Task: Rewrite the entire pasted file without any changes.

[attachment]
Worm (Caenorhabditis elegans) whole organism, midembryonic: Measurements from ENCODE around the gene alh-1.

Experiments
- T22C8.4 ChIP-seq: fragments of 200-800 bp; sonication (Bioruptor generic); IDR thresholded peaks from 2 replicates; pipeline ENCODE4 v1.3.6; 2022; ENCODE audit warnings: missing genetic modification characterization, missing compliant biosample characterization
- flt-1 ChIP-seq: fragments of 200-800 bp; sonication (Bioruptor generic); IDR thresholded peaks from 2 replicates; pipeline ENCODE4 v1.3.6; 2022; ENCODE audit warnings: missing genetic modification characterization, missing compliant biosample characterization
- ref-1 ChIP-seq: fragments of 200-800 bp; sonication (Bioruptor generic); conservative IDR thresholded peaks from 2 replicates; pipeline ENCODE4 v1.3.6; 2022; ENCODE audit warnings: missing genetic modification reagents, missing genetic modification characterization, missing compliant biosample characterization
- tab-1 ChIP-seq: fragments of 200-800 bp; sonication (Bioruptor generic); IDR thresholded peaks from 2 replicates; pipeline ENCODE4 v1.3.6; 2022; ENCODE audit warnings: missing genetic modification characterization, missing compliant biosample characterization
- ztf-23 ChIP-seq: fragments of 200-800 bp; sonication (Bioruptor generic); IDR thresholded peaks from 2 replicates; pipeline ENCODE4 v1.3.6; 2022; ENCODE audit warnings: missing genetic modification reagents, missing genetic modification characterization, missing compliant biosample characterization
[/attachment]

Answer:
Worm (Caenorhabditis elegans) whole organism, midembryonic: Measurements from ENCODE around the gene alh-1.

Experiments
- T22C8.4 ChIP-seq: fragments of 200-800 bp; sonication (Bioruptor generic); IDR thresholded peaks from 2 replicates; pipeline ENCODE4 v1.3.6; 2022; ENCODE audit warnings: missing genetic modification characterization, missing compliant biosample characterization
- flt-1 ChIP-seq: fragments of 200-800 bp; sonication (Bioruptor generic); IDR thresholded peaks from 2 replicates; pipeline ENCODE4 v1.3.6; 2022; ENCODE audit warnings: missing genetic modification characterization, missing compliant biosample characterization
- ref-1 ChIP-seq: fragments of 200-800 bp; sonication (Bioruptor generic); conservative IDR thresholded peaks from 2 replicates; pipeline ENCODE4 v1.3.6; 2022; ENCODE audit warnings: missing genetic modification reagents, missing genetic modification characterization, missing compliant biosample characterization
- tab-1 ChIP-seq: fragments of 200-800 bp; sonication (Bioruptor generic); IDR thresholded peaks from 2 replicates; pipeline ENCODE4 v1.3.6; 2022; ENCODE audit warnings: missing genetic modification characterization, missing compliant biosample characterization
- ztf-23 ChIP-seq: fragments of 200-800 bp; sonication (Bioruptor generic); IDR thresholded peaks from 2 replicates; pipeline ENCODE4 v1.3.6; 2022; ENCODE audit warnings: missing genetic modification reagents, missing genetic modification characterization, missing compliant biosample characterization